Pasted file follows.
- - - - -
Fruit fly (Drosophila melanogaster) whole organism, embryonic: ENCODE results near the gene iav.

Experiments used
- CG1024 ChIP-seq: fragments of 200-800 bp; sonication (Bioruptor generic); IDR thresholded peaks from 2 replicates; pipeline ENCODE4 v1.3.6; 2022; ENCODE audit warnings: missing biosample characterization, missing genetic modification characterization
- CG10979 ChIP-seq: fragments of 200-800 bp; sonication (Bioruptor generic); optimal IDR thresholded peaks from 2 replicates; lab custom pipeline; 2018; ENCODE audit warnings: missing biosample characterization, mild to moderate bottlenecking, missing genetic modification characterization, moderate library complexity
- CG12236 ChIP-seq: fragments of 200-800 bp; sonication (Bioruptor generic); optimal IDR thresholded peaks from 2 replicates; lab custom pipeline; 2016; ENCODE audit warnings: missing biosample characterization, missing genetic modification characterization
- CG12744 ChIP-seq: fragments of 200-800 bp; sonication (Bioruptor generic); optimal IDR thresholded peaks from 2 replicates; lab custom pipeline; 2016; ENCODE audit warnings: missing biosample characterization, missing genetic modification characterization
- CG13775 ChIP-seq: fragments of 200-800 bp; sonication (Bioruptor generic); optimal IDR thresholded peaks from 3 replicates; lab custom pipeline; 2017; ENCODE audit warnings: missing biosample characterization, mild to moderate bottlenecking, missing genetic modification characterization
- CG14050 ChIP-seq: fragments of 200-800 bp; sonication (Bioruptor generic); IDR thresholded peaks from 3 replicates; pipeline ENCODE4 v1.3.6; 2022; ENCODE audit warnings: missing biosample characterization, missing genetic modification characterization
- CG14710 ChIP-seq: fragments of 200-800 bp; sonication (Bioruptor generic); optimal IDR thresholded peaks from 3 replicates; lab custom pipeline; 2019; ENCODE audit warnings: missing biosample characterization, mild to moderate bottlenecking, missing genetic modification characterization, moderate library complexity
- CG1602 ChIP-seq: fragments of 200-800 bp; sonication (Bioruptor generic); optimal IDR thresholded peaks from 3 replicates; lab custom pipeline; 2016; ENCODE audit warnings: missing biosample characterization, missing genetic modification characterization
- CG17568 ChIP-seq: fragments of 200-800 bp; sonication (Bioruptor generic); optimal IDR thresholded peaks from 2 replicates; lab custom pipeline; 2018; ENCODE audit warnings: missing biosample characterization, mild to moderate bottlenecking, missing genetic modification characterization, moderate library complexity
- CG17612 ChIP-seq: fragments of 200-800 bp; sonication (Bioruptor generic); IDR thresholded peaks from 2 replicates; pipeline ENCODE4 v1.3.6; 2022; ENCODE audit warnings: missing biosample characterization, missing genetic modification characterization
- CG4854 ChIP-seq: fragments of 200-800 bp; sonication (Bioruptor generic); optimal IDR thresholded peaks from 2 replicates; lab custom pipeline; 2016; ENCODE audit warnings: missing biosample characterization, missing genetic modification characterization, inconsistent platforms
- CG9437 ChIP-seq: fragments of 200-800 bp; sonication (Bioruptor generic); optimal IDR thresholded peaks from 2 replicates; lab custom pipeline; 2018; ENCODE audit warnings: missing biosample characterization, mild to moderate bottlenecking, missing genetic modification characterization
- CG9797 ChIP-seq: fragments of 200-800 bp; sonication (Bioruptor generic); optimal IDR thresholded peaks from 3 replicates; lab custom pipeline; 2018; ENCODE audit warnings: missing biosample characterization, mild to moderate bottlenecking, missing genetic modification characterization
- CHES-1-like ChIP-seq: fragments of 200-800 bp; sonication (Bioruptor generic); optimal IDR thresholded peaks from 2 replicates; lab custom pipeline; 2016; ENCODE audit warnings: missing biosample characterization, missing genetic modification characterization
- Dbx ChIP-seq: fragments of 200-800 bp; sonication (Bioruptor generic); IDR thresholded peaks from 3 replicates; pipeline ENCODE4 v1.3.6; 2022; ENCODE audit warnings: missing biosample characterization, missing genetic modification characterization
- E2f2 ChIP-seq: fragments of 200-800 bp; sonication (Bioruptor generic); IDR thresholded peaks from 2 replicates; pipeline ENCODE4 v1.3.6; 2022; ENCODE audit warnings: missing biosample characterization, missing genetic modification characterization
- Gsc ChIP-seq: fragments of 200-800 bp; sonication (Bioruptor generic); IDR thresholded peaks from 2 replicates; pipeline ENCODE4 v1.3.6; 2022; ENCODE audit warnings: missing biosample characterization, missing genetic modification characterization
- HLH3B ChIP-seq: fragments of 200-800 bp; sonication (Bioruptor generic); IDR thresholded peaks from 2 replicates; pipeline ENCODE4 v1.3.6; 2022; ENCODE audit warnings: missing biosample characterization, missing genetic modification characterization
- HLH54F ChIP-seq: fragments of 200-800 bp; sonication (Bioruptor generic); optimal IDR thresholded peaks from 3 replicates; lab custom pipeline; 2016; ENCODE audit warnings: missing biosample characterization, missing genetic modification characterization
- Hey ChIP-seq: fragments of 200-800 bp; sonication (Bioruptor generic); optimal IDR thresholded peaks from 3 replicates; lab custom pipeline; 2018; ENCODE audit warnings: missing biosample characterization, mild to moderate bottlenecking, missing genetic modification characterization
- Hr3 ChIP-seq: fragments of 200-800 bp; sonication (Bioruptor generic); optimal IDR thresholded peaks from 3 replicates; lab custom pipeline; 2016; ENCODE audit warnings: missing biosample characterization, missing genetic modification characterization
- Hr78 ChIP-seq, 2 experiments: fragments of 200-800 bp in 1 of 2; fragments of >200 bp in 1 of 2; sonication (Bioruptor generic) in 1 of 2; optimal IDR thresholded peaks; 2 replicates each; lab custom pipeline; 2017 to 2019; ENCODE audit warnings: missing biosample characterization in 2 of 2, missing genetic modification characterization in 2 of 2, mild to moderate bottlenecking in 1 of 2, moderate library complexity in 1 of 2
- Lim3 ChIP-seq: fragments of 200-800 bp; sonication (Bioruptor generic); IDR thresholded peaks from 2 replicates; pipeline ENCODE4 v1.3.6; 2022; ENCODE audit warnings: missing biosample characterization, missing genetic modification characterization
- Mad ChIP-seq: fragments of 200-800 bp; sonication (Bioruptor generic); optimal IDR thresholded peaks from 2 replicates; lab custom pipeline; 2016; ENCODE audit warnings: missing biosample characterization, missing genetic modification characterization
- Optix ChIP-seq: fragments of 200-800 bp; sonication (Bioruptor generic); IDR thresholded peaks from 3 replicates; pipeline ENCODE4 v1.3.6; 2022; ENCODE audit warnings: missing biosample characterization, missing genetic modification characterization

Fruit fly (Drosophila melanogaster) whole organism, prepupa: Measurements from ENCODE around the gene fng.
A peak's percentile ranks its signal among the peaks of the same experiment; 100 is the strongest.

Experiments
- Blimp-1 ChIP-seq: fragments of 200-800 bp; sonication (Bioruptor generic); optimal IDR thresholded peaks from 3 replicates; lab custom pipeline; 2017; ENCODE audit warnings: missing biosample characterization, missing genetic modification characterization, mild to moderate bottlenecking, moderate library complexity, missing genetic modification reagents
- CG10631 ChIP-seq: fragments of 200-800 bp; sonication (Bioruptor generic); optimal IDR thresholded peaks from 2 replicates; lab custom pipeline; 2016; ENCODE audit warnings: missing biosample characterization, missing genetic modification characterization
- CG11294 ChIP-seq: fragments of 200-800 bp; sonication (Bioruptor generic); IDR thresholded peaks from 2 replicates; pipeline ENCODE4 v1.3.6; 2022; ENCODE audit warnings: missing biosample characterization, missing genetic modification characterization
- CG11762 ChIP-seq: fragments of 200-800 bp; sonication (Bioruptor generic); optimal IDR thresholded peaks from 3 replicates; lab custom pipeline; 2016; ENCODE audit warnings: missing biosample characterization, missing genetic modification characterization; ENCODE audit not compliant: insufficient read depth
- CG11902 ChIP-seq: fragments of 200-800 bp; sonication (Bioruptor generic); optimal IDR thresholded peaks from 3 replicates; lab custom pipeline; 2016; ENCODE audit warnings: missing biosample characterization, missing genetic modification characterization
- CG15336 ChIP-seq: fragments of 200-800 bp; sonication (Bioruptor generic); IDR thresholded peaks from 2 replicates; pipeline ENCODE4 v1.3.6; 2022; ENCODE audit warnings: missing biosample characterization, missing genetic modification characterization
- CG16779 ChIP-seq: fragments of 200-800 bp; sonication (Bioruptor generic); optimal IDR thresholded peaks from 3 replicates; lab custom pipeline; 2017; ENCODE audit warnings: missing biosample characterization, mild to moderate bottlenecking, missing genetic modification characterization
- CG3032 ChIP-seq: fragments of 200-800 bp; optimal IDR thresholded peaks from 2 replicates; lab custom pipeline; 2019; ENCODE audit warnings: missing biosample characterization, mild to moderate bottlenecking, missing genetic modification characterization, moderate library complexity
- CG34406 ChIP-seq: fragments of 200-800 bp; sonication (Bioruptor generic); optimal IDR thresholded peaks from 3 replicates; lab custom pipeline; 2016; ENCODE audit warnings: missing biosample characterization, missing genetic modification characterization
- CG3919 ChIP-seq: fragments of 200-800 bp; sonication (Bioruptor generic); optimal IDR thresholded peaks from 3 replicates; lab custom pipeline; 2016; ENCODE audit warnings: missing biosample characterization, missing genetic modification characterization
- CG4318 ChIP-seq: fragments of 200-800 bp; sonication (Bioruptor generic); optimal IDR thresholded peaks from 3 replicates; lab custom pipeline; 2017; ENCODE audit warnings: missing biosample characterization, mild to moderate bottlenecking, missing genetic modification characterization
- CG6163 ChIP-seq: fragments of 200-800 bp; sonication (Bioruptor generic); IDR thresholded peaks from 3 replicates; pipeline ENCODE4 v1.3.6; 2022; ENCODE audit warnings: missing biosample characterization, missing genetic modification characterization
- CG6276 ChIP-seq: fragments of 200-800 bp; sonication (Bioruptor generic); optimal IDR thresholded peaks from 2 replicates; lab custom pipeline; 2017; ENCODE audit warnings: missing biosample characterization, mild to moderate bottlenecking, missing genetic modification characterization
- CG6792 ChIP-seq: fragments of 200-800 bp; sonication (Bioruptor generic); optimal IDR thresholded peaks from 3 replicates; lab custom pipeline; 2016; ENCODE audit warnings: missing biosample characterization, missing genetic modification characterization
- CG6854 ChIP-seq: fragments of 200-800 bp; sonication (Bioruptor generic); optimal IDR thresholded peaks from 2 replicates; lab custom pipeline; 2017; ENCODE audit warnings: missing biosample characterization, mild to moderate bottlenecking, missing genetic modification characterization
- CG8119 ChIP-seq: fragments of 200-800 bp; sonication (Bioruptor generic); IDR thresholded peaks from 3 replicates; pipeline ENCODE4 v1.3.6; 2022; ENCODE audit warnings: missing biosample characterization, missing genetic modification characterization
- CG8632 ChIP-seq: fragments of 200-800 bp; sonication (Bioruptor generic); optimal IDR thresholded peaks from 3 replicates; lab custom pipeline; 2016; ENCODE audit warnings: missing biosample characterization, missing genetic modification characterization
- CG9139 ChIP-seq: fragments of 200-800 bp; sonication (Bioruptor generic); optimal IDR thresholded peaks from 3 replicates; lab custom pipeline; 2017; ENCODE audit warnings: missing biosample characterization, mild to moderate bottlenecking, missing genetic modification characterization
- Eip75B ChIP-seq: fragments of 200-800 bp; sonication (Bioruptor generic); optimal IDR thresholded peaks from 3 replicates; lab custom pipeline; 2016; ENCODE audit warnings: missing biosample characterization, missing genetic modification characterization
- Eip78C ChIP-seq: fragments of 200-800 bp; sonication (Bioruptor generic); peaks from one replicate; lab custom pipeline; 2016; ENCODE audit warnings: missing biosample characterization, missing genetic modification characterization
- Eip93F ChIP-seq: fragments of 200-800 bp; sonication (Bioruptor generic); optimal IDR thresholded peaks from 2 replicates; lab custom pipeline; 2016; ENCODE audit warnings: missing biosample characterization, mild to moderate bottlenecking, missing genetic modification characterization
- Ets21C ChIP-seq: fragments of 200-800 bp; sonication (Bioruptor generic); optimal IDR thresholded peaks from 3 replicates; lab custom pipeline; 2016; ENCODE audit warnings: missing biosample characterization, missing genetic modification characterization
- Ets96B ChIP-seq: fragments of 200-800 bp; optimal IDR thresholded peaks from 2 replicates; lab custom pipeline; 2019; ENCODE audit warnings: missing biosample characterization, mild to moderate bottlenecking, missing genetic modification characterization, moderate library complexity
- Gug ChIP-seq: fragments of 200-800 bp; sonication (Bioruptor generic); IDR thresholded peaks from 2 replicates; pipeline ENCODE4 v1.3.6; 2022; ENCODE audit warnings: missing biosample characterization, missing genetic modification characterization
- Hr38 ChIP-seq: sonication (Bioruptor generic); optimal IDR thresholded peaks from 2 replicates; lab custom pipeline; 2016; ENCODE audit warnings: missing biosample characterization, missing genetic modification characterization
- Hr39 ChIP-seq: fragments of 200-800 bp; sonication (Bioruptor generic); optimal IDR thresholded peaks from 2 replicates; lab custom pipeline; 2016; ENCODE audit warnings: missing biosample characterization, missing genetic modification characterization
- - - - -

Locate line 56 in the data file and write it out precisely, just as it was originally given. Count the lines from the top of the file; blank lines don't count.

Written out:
- Hr39 ChIP-seq: fragments of 200-800 bp; sonication (Bioruptor generic); optimal IDR thresholded peaks from 2 replicates; lab custom pipeline; 2016; ENCODE audit warnings: missing biosample characterization, missing genetic modification characterization